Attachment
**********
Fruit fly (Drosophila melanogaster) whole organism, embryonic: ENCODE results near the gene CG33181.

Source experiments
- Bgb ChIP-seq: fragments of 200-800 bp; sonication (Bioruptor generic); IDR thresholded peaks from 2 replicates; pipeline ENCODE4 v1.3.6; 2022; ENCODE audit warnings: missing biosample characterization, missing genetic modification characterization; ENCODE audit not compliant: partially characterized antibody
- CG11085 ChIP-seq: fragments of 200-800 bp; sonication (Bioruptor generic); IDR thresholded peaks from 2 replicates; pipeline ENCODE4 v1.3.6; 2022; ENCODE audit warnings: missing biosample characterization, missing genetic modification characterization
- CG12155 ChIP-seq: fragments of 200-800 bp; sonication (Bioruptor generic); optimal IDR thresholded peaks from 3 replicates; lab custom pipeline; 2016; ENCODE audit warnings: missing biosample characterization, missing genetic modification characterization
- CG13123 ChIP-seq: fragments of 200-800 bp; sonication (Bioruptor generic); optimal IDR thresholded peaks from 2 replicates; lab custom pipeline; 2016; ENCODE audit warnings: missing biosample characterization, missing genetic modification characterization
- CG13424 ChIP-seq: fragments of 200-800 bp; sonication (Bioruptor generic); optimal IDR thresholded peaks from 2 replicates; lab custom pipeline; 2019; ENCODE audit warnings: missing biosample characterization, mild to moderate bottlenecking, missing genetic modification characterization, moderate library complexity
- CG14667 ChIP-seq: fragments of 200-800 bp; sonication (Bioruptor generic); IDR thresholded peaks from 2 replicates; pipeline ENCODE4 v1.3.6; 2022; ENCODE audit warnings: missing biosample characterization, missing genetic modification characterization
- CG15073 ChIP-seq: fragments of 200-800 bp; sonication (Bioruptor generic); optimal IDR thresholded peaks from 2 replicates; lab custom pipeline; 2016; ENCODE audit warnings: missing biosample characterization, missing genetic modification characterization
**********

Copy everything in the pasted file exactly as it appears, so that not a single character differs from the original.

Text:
Fruit fly (Drosophila melanogaster) whole organism, embryonic: ENCODE results near the gene CG33181.

Source experiments
- Bgb ChIP-seq: fragments of 200-800 bp; sonication (Bioruptor generic); IDR thresholded peaks from 2 replicates; pipeline ENCODE4 v1.3.6; 2022; ENCODE audit warnings: missing biosample characterization, missing genetic modification characterization; ENCODE audit not compliant: partially characterized antibody
- CG11085 ChIP-seq: fragments of 200-800 bp; sonication (Bioruptor generic); IDR thresholded peaks from 2 replicates; pipeline ENCODE4 v1.3.6; 2022; ENCODE audit warnings: missing biosample characterization, missing genetic modification characterization
- CG12155 ChIP-seq: fragments of 200-800 bp; sonication (Bioruptor generic); optimal IDR thresholded peaks from 3 replicates; lab custom pipeline; 2016; ENCODE audit warnings: missing biosample characterization, missing genetic modification characterization
- CG13123 ChIP-seq: fragments of 200-800 bp; sonication (Bioruptor generic); optimal IDR thresholded peaks from 2 replicates; lab custom pipeline; 2016; ENCODE audit warnings: missing biosample characterization, missing genetic modification characterization
- CG13424 ChIP-seq: fragments of 200-800 bp; sonication (Bioruptor generic); optimal IDR thresholded peaks from 2 replicates; lab custom pipeline; 2019; ENCODE audit warnings: missing biosample characterization, mild to moderate bottlenecking, missing genetic modification characterization, moderate library complexity
- CG14667 ChIP-seq: fragments of 200-800 bp; sonication (Bioruptor generic); IDR thresholded peaks from 2 replicates; pipeline ENCODE4 v1.3.6; 2022; ENCODE audit warnings: missing biosample characterization, missing genetic modification characterization
- CG15073 ChIP-seq: fragments of 200-800 bp; sonication (Bioruptor generic); optimal IDR thresholded peaks from 2 replicates; lab custom pipeline; 2016; ENCODE audit warnings: missing biosample characterization, missing genetic modification characterization